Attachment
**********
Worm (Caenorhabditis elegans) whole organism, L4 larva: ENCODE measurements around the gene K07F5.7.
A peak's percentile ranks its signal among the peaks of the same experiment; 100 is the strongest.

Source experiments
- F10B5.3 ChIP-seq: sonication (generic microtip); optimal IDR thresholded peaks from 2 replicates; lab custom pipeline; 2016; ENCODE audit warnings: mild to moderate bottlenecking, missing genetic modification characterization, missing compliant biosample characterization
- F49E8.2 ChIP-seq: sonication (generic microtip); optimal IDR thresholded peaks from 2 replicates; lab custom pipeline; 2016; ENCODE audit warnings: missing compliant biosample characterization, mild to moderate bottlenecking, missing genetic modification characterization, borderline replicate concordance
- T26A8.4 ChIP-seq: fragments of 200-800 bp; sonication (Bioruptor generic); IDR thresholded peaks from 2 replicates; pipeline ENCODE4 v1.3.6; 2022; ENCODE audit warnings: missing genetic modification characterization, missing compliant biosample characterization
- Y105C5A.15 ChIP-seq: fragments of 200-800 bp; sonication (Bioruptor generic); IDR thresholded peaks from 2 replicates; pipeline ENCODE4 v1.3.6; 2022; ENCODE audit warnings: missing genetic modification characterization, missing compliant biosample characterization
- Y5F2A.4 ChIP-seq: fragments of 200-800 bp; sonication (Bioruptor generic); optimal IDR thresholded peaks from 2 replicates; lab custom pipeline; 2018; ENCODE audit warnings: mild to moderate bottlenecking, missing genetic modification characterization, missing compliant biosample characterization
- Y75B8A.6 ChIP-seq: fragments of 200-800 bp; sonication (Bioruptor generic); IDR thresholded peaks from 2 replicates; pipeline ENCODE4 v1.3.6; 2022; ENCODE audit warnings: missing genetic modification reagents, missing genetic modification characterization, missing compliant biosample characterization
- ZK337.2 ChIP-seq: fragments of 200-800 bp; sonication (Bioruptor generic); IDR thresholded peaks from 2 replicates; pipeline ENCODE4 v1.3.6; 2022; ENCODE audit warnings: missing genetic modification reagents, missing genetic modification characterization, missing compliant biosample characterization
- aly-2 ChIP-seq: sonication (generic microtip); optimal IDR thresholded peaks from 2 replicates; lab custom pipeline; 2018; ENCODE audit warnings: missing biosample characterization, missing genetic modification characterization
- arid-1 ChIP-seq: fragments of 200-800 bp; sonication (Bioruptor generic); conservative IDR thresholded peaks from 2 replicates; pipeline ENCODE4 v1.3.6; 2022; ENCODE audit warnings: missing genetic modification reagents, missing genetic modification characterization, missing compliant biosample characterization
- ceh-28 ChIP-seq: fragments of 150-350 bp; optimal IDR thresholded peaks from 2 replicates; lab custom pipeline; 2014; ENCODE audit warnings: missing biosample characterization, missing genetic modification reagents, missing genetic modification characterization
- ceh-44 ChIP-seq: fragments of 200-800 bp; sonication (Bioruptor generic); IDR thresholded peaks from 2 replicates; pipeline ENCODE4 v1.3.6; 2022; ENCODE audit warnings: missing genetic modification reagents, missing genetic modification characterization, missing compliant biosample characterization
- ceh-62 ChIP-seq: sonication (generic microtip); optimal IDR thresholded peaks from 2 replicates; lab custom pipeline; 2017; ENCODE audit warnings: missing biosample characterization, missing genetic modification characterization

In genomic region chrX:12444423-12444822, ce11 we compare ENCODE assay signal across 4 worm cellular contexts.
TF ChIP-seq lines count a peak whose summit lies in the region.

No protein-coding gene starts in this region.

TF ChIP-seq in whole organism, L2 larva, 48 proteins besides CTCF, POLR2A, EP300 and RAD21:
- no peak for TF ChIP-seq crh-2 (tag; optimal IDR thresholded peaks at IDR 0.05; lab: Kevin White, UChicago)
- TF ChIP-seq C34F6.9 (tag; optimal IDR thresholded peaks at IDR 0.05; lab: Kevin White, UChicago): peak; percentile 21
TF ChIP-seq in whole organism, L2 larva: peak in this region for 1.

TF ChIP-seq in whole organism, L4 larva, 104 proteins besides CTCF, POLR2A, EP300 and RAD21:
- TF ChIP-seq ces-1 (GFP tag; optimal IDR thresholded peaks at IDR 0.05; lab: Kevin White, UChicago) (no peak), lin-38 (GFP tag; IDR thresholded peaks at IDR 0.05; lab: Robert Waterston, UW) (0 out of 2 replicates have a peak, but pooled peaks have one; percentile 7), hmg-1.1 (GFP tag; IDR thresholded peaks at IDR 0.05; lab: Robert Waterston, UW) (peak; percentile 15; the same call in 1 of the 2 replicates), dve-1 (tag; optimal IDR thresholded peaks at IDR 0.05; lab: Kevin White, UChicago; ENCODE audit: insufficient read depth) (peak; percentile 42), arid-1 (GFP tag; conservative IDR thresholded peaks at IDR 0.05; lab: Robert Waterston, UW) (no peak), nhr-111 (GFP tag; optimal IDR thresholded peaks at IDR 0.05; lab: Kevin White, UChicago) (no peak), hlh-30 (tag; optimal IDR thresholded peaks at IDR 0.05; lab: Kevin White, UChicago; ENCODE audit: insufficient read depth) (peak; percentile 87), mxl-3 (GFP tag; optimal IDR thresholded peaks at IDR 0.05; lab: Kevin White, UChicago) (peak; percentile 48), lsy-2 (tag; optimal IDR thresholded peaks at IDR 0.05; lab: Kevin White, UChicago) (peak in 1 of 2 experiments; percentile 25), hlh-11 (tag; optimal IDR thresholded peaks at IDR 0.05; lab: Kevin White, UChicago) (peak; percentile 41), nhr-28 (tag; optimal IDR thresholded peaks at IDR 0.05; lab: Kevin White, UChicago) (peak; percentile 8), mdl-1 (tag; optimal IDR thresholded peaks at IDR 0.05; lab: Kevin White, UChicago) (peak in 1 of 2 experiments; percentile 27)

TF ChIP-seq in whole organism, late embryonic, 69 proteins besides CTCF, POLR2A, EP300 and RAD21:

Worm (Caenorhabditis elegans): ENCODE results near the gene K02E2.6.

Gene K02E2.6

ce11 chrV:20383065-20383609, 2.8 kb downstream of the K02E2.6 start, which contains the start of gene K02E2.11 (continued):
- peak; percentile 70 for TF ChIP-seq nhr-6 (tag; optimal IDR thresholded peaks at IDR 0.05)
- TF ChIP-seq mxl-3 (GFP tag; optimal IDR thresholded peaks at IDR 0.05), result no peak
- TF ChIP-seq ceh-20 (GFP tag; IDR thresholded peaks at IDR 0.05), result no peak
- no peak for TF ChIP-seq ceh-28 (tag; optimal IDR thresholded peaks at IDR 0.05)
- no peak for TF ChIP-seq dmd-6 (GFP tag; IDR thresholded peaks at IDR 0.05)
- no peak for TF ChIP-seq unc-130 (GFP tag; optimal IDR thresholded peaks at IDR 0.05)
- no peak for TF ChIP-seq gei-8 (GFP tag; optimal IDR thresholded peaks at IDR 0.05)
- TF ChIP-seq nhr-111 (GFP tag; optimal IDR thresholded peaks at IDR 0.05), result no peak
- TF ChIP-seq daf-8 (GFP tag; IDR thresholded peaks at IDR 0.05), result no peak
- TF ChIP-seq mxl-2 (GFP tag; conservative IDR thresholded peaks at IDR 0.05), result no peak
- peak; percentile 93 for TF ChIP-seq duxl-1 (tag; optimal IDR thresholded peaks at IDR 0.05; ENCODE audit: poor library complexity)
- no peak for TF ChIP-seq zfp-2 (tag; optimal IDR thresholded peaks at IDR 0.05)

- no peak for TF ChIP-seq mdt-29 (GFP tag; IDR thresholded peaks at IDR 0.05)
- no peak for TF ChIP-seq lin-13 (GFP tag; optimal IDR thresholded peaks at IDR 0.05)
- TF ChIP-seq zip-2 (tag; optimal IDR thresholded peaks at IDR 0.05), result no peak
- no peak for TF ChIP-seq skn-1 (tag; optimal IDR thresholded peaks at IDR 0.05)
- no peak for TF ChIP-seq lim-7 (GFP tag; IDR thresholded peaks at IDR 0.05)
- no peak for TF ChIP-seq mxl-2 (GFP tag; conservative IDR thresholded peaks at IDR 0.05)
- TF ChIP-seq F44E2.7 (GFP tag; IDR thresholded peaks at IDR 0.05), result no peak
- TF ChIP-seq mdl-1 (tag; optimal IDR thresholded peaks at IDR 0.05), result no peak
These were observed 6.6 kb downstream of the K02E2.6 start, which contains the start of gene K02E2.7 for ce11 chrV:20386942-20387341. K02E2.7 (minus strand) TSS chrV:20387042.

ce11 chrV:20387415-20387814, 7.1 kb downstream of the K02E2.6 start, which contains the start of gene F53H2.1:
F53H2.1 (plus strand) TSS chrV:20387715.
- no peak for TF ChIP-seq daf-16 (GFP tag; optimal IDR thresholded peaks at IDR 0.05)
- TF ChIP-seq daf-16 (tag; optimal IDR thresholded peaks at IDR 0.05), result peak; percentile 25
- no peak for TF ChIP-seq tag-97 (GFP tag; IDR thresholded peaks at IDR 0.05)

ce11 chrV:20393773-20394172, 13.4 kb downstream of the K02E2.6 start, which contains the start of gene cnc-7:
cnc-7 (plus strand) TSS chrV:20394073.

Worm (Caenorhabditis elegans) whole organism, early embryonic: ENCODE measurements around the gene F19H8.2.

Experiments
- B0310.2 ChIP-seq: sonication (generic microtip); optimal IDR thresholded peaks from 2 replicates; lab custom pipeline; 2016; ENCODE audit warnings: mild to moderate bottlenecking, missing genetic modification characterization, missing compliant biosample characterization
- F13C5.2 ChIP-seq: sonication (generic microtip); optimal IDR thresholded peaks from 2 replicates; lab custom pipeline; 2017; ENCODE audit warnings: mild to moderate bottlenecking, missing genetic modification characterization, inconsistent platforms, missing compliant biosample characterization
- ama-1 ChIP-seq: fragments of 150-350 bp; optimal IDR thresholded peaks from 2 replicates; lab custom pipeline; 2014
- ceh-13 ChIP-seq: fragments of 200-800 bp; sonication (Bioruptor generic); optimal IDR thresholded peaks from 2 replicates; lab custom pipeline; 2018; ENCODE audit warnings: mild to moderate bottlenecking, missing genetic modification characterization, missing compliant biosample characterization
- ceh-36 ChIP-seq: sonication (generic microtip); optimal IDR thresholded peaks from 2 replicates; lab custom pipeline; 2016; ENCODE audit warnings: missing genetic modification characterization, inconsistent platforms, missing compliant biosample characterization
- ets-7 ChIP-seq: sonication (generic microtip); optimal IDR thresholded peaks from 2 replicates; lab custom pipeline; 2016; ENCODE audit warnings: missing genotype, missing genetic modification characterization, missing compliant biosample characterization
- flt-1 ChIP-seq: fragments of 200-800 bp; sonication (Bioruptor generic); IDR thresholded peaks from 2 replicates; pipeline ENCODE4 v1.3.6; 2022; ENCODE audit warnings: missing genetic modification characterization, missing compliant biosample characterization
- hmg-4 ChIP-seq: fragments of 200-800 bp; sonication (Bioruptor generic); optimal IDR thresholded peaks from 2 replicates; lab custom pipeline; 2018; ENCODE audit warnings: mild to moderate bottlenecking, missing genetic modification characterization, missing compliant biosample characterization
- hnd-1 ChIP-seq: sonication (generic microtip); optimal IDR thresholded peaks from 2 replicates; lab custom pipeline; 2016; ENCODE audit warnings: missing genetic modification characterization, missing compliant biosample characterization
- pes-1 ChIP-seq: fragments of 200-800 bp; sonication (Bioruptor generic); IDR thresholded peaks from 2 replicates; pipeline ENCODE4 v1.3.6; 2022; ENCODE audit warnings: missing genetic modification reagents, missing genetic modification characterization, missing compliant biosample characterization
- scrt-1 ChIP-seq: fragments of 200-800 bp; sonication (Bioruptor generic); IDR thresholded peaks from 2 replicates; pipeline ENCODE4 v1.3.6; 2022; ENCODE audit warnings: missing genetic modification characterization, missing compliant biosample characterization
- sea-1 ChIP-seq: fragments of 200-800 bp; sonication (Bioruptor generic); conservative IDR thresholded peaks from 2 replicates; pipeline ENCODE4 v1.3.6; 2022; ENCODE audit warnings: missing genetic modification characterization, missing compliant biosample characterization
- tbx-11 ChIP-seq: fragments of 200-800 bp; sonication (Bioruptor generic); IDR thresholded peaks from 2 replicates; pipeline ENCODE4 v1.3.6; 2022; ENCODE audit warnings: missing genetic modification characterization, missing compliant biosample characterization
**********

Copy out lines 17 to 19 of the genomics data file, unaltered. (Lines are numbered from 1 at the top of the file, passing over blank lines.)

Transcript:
TF ChIP-seq lines count a peak whose summit lies in the region.

No protein-coding gene starts in this region.

TF ChIP-seq in whole organism, L2 larva, 48 proteins besides CTCF, POLR2A, EP300 and RAD21: